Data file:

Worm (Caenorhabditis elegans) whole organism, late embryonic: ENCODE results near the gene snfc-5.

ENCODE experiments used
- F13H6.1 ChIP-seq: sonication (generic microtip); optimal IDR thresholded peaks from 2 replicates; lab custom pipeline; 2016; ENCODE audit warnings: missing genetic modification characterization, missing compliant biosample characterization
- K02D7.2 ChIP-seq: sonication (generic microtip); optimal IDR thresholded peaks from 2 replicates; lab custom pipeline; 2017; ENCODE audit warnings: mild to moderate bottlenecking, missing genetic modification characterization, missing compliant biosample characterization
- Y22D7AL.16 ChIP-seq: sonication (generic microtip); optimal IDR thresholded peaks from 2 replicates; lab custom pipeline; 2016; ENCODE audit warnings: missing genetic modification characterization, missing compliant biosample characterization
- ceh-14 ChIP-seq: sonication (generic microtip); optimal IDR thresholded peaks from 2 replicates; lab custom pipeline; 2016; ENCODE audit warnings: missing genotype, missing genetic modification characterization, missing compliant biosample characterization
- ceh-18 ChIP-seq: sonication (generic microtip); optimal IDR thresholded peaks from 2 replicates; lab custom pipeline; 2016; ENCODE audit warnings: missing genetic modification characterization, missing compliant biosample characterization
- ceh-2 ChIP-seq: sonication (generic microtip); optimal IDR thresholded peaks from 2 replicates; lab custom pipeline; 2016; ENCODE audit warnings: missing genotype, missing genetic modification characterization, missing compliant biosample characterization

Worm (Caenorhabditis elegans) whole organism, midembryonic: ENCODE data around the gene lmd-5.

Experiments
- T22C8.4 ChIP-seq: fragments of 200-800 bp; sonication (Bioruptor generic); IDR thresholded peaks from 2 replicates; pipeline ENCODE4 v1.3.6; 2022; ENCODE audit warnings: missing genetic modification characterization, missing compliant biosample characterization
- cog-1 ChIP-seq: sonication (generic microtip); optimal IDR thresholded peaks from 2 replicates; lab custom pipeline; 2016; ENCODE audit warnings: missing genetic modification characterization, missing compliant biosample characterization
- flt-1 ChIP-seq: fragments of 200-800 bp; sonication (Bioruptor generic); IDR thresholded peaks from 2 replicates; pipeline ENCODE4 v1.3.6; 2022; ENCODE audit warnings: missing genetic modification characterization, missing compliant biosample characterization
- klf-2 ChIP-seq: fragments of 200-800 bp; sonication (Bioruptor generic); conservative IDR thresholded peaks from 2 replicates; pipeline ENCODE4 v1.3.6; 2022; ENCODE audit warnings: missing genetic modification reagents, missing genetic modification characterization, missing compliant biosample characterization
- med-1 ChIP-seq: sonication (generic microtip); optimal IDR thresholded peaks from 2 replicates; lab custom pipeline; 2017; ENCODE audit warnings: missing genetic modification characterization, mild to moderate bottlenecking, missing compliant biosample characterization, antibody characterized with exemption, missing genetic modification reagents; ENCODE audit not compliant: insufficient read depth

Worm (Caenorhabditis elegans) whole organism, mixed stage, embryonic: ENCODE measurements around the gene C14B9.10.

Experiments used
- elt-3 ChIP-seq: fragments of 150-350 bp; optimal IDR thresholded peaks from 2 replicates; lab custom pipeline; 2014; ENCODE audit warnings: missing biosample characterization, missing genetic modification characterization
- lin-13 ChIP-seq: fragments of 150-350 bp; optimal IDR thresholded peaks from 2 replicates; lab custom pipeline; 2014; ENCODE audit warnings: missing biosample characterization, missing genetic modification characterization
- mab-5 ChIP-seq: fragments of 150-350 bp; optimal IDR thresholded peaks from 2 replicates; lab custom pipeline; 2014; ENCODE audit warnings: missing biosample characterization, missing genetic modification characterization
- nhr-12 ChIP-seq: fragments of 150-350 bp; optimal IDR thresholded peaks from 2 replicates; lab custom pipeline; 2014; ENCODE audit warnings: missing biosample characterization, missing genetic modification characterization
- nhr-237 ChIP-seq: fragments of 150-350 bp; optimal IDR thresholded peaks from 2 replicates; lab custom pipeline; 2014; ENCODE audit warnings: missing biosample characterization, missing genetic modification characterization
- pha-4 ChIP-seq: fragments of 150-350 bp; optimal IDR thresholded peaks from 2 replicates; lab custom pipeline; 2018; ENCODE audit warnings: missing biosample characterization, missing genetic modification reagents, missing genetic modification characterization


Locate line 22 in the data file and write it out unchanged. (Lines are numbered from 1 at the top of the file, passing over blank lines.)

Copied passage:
- nhr-237 ChIP-seq: fragments of 150-350 bp; optimal IDR thresholded peaks from 2 replicates; lab custom pipeline; 2014; ENCODE audit warnings: missing biosample characterization, missing genetic modification characterization